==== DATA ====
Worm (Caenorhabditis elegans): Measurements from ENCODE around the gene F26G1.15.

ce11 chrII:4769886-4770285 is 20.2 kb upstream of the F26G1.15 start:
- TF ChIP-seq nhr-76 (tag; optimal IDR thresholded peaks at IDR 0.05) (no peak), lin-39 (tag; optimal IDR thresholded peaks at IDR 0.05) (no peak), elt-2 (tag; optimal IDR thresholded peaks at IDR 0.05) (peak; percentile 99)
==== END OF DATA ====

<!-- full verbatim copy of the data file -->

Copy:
Worm (Caenorhabditis elegans): Measurements from ENCODE around the gene F26G1.15.

ce11 chrII:4769886-4770285 is 20.2 kb upstream of the F26G1.15 start:
- TF ChIP-seq nhr-76 (tag; optimal IDR thresholded peaks at IDR 0.05) (no peak), lin-39 (tag; optimal IDR thresholded peaks at IDR 0.05) (no peak), elt-2 (tag; optimal IDR thresholded peaks at IDR 0.05) (peak; percentile 99)